Emma Broad and Carla Revelo explain the changes to the new electronic communications code and how they will affect landowners.

Broad Revello

The Digital Economy Act, which passed into law last month, sets out a new electronic communications code designed to put modern regulation in place to support the timely and cost-effective rollout of digital communications infrastructure.

It overhauls the existing code and seeks to strike a balance between the competing interests of landowners, operators and the wider public. In doing so, it introduces a number of provisions of note to landowners.

1 The test for the imposition of code rights

Under the new code, before imposing code rights on a landowner the court must be satisfied that the prejudice to the landowner caused by the making of the order can be adequately compensated by money and is outweighed by the resulting public benefit. This differs from the test under the existing code, which only requires one of two conditions (broadly similar to those in the new code) to be met.

However, under the new test it may be easier for operators to argue that an order is in the public interest. The new code requires the court to have regard to the public interest in a choice of high-quality services rather than, as provided in the existing code, only ensuring that a person is not unreasonably denied access to a service.

2 Calculating consideration

The consideration payable to landowners for allowing apparatus to remain on their land is currently based on the figure that would “have been fair and reasonable if the agreement had been
given willingly”.

Under the new code, consideration will be based on market value subject to various assumptions. The effect of those assumptions is that the valuation will be on a ‘no-scheme basis’ (that is, it will not take account of the proposed use). This will result in a significant decrease in the amount of consideration payable to landowners.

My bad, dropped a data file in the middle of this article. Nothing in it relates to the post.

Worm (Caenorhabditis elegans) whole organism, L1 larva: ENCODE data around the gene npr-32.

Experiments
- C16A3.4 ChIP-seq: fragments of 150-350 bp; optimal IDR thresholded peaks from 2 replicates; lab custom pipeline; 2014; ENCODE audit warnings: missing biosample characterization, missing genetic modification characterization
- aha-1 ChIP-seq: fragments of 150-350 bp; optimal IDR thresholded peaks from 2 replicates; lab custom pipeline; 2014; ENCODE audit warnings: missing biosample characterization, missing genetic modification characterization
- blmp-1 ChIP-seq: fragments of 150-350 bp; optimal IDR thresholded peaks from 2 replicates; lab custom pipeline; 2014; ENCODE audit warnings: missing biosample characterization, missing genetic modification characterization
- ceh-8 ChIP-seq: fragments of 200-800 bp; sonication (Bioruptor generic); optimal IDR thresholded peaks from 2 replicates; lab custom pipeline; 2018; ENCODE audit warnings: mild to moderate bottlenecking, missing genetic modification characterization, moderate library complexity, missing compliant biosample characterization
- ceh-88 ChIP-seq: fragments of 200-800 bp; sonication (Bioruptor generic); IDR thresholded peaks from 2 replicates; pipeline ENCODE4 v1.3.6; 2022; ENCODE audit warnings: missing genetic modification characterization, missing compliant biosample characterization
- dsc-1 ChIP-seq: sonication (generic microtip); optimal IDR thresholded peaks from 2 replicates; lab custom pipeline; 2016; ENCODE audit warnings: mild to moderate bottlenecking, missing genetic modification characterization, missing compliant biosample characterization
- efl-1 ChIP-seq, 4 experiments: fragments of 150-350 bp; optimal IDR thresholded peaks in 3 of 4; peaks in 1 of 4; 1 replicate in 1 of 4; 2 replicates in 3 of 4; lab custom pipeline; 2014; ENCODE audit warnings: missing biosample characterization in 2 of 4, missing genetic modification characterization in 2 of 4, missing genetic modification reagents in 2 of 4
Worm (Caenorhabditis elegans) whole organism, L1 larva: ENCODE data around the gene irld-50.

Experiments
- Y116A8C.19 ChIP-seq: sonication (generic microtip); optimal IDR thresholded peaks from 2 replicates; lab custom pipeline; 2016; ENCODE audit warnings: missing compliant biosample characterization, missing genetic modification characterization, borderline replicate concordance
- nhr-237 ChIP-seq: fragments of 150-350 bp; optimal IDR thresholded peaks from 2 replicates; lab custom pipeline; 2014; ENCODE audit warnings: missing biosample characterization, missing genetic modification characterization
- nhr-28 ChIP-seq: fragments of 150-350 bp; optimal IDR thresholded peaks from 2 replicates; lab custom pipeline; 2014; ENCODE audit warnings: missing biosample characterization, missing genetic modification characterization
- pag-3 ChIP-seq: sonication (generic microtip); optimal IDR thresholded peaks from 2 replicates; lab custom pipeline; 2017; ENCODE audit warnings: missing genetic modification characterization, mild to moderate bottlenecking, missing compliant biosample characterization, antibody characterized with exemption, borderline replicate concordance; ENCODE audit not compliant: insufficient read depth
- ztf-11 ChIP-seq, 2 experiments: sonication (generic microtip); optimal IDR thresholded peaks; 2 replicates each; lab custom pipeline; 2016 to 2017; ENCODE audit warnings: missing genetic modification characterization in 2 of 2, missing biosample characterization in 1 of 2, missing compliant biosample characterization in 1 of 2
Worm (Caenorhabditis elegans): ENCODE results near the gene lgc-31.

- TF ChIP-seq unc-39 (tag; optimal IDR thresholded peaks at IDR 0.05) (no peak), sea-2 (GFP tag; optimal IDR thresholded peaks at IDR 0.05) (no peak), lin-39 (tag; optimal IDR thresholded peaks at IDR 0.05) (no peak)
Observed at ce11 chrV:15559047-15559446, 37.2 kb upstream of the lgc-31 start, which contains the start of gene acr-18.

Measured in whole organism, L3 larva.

3 Additional rights

The current code makes no allowance for an operator to transfer or share its code rights. In practice such rights are often expressly prohibited by the agreement between the parties. The new code grants operators an automatic right to assign code agreements and, subject to certain conditions, additional rights to upgrade and/or share equipment.

Digital Economy Act

The Digital Economy Act passed into law last month

Any agreement will be void to the extent that it prevents or limits these rights or seeks to impose any condition upon them (save for certain guarantee agreements in the case of an assignment).

This represents a significant reduction in the level of control retained by landowners, especially when coupled with the new rights for operators to apply for interim and temporary code rights.

4 The Landlord and Tenant Act 1954

The termination and modification provisions of the new code will not apply to a code right granted by lease if the primary purpose of that lease is not to grant code rights and the lease falls within the security of tenure provisions of the 1954 act (even if contracted out). This ensures that code rights cannot benefit from protection under both the code and the 1954 act. #

However, like 1954 act-protected leases, rights under the new code may continue beyond their contractual expiry date until terminated in accordance with the new code. Termination requires the landowner to satisfy one of four statutory grounds for termination, three of which echo the 1954 act’s grounds for refusing a renewal lease. As such, 1954 act case law may be relevant to the future interpretation of these provisions.

5 Alteration of apparatus

Under the new code, while there are extensive provisions relating to termination and modification of code agreements and the removal of apparatus, there is no replication of paragraph 20 of the existing code that made provision for the alteration and moving of apparatus. Accordingly landowners will need to ensure they include suitable provisions in their agreements allowing for apparatus to be relocated (‘lift and shift’ provisions).

There are clear public policy reasons for the government wanting to streamline and improve the existing code and to try to place electronic communications on a similar footing to utilities. However, the changes come at a price for landowners who are likely to see a reduction in income from and control over affected sites.

Emma Broad is a professional support lawyer and Carla Revelo an associate in the real estate team at Dentons